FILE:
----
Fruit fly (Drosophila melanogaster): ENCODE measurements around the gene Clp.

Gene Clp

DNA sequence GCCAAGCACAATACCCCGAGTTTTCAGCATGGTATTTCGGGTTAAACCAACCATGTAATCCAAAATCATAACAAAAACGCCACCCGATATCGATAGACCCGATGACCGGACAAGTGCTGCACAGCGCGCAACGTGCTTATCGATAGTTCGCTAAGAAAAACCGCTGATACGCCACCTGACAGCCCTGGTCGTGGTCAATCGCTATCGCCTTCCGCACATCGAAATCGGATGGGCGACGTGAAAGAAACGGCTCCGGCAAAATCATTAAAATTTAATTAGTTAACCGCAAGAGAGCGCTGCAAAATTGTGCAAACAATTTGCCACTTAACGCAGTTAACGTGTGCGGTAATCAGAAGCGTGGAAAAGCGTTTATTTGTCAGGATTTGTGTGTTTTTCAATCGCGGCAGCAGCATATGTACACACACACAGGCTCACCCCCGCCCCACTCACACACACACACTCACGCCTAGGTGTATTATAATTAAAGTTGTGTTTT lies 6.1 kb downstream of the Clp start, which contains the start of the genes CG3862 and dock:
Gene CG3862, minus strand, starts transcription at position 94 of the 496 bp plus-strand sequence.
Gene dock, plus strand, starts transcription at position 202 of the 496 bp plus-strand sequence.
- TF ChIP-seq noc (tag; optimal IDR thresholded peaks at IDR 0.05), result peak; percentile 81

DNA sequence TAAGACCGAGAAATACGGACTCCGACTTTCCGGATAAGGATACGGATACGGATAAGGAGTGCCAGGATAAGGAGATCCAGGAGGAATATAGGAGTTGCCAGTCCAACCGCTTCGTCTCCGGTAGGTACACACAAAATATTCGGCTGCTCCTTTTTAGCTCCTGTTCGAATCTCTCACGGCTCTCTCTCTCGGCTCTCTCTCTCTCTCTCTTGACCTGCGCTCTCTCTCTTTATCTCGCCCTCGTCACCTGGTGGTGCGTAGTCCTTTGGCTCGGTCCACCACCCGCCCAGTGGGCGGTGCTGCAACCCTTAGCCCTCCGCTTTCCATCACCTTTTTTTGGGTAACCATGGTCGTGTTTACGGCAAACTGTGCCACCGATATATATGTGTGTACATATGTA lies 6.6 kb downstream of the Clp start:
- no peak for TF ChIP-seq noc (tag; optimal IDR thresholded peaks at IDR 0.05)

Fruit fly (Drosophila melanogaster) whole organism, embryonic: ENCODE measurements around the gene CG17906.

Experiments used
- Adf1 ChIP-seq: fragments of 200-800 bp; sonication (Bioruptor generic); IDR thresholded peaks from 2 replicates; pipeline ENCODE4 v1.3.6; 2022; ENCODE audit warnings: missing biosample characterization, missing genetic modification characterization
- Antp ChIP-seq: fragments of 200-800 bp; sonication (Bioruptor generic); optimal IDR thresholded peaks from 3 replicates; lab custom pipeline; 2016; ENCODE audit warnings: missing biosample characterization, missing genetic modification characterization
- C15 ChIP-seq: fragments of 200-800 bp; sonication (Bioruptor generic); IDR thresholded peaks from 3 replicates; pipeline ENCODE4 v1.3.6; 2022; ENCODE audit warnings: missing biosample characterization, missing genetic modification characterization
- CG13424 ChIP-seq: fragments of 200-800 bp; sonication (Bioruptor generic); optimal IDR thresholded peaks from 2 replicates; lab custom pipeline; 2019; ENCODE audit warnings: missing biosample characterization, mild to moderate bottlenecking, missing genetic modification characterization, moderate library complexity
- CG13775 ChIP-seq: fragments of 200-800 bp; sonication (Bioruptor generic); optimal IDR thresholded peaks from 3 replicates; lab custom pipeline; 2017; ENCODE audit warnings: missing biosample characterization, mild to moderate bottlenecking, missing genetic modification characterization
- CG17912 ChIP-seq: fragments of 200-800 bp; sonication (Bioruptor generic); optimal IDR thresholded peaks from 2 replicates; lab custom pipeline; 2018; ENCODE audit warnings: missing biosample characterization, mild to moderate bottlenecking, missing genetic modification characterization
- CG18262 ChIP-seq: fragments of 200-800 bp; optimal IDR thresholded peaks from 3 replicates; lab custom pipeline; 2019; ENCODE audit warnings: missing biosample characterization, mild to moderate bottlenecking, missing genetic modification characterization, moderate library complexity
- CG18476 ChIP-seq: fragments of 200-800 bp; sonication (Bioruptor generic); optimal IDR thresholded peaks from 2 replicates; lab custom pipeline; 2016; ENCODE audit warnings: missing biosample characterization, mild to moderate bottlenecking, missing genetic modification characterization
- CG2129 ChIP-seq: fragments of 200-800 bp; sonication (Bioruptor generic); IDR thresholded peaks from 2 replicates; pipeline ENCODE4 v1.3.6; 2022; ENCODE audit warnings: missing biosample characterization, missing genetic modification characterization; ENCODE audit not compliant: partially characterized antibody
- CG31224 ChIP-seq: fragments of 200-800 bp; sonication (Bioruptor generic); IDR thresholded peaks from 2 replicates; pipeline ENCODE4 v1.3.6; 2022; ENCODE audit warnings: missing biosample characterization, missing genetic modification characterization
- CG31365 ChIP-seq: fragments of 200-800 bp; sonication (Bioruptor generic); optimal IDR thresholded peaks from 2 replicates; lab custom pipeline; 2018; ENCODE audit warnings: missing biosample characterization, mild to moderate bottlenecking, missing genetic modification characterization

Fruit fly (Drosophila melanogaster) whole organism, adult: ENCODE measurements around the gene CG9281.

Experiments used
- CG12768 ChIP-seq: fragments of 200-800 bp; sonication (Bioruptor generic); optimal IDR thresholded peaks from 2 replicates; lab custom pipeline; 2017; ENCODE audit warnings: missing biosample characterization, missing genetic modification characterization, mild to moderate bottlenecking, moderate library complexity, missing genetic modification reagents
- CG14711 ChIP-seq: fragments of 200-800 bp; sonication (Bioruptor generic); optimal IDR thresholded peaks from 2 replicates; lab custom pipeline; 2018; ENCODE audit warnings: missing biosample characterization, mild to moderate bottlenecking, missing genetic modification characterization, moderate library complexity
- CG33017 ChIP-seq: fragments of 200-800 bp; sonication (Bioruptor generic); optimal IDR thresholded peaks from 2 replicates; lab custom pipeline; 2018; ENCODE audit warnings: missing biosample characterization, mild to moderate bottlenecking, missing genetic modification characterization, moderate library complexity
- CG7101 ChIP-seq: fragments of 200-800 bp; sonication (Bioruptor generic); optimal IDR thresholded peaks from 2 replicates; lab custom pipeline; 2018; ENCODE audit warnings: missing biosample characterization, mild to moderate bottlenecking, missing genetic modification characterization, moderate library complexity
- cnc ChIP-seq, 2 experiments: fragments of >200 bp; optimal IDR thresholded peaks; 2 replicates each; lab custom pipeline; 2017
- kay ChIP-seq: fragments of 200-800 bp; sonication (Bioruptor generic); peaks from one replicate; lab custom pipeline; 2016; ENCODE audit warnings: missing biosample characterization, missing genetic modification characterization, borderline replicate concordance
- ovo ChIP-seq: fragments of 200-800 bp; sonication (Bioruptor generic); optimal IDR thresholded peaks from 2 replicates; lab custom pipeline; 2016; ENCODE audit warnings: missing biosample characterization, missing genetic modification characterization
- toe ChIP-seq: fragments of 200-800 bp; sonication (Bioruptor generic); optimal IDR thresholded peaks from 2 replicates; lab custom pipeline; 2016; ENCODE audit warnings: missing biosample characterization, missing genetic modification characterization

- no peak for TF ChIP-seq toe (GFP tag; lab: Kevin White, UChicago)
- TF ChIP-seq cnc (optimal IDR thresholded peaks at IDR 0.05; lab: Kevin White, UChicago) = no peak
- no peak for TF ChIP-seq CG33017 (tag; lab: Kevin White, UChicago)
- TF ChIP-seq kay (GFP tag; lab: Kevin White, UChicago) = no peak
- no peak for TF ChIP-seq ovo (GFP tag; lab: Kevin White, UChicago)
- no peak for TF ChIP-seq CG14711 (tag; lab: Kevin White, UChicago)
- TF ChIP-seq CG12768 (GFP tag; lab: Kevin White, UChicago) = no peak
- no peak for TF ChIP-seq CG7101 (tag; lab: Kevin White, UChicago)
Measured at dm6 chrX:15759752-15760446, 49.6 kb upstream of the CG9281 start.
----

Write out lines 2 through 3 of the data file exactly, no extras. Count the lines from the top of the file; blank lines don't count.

Gene Clp

DNA sequence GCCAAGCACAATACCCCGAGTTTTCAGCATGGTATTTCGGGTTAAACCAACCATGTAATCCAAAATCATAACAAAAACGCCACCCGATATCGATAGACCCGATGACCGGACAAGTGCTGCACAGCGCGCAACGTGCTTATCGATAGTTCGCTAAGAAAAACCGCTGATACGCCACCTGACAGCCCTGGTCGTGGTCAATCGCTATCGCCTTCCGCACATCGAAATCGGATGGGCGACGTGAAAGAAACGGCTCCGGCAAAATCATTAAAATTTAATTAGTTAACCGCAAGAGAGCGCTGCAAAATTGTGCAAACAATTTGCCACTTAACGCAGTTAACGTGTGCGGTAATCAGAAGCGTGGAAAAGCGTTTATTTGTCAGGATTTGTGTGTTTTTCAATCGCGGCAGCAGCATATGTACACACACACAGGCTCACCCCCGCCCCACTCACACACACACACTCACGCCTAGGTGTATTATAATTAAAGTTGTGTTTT lies 6.1 kb downstream of the Clp start, which contains the start of the genes CG3862 and dock: